Although there has been a rotation of band members over the years, with those who left for one reason or another, percussionist Ramon “Ray” Yslas, who has been with the band since 2018, says it’s challenging but exciting at the same time. .

“It’s sad when two of the guys are gone. I was like, ‘Wow, man,’ because you’re becoming family,” Yslas said. “You know, they are my brothers. Right? But it’s not like I’m not going to see them again or not talk to them because we still communicate via chat or text or whatever. And then the new ones that come in, they’re there for a reason. They are there because they are really good. So it’s exciting to play with someone new and their approach. “Our new bassist, Eric Baines, is amazing. He’s a good guy. He’s a good soul. And we became brothers, instantly.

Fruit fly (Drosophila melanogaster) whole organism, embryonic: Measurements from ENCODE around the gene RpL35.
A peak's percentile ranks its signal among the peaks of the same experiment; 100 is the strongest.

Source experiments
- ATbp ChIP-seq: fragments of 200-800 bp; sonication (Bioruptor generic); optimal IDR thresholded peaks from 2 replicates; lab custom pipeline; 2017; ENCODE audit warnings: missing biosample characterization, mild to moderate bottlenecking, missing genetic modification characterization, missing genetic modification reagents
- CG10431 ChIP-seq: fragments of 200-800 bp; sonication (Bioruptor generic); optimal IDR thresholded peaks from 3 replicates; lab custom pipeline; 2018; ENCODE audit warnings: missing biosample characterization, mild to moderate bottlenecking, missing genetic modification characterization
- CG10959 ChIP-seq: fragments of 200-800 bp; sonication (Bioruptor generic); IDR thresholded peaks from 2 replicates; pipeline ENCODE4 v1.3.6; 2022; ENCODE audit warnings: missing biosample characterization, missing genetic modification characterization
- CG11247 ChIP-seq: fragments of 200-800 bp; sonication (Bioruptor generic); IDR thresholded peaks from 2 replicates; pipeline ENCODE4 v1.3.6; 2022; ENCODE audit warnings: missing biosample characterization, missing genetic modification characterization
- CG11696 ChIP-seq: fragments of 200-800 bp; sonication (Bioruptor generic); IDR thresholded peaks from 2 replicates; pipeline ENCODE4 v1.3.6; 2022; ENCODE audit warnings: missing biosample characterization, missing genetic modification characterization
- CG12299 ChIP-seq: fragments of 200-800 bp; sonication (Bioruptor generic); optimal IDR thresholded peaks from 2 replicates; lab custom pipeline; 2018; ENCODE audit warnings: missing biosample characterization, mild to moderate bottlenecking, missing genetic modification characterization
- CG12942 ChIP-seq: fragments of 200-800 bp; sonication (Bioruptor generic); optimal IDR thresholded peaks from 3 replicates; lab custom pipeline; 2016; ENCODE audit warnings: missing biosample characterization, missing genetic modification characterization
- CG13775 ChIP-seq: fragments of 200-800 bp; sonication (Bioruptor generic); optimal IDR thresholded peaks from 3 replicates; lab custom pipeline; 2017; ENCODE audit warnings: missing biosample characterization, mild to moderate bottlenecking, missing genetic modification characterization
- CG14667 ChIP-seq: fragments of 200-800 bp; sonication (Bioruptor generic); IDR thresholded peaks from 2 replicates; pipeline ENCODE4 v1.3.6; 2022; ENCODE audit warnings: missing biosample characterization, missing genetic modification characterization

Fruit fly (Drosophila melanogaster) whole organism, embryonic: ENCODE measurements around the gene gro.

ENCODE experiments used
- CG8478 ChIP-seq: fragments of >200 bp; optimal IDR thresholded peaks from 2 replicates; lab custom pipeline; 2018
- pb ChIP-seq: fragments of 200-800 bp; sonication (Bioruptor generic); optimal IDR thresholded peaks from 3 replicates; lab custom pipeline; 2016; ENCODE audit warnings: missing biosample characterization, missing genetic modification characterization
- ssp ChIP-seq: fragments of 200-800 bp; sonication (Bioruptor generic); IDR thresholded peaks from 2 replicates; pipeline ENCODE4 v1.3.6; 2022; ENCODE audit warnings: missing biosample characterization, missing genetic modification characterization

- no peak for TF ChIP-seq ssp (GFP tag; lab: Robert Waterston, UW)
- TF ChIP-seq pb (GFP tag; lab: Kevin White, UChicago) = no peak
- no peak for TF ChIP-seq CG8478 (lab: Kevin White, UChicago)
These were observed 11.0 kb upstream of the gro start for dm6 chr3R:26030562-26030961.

“There were so many times where we could have broken up, the band could have imploded, and it didn’t,” Loughnane agreed.

Loughnane and recording engineer and Sedona resident Tim Jessup built a state-of-the-art studio to record and mix music – much like Caribou Ranch, a recording studio built in 1972 in a converted barn on a property in ranch in the Rockies in Colorado. Chicago recorded five albums there between 1973 and 1977.

While in Sedona, the Chicago band members recorded their 38th album at the newly constructed Studio 164. The door to the studio is a replica of the one at Caribou Ranch. They all discussed that this might be their last album. Mortality is a reality. At some point, there will be band members who will have to say goodbye.